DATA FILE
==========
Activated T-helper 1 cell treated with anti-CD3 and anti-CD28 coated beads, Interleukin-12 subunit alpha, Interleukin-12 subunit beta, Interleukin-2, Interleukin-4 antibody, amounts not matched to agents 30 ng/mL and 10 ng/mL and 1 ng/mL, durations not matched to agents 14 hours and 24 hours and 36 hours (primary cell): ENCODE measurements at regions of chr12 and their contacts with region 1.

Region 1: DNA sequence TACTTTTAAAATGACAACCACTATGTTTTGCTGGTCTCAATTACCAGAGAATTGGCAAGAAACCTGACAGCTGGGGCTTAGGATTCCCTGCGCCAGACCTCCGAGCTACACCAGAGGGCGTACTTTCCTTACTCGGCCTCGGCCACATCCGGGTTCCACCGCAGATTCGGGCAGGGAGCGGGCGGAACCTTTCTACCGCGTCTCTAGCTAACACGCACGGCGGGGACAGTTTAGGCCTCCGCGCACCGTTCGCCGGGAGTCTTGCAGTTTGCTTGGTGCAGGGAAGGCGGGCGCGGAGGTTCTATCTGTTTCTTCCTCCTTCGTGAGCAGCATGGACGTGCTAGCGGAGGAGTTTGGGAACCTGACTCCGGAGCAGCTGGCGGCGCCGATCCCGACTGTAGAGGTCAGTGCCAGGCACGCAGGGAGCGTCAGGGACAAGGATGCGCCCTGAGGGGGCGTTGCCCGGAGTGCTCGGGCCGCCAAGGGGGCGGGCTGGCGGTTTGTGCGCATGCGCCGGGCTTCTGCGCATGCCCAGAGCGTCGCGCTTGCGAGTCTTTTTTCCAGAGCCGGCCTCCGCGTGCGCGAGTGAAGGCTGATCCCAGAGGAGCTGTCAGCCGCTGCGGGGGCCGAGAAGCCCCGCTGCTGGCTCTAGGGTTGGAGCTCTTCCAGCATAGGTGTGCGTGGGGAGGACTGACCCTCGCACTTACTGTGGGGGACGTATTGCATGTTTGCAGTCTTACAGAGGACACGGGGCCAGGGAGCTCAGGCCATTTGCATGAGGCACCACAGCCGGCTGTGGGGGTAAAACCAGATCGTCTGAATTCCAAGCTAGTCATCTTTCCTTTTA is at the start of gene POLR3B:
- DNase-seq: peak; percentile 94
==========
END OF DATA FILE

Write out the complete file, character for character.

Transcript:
Activated T-helper 1 cell treated with anti-CD3 and anti-CD28 coated beads, Interleukin-12 subunit alpha, Interleukin-12 subunit beta, Interleukin-2, Interleukin-4 antibody, amounts not matched to agents 30 ng/mL and 10 ng/mL and 1 ng/mL, durations not matched to agents 14 hours and 24 hours and 36 hours (primary cell): ENCODE measurements at regions of chr12 and their contacts with region 1.

Region 1: DNA sequence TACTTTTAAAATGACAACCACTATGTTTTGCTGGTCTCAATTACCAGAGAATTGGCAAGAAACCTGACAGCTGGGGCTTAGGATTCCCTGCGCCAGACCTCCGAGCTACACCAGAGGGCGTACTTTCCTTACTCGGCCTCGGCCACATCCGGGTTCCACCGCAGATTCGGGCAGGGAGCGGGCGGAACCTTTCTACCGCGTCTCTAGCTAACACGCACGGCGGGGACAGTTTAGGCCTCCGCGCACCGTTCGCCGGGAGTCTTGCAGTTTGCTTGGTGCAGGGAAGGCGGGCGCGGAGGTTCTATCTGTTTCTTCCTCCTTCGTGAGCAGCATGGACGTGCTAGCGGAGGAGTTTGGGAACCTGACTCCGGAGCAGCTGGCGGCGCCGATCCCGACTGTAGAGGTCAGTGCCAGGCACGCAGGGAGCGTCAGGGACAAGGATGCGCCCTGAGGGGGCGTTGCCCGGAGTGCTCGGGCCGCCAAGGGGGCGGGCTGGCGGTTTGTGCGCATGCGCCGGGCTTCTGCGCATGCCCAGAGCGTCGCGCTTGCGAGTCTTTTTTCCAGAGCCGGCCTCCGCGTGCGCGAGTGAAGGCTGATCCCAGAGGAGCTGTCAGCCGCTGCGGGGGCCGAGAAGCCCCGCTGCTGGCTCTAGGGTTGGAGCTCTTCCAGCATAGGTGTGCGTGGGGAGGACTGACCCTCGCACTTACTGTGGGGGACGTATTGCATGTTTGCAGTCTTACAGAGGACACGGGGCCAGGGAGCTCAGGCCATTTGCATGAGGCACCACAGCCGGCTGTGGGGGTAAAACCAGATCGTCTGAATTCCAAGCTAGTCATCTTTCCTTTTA is at the start of gene POLR3B:
- DNase-seq: peak; percentile 94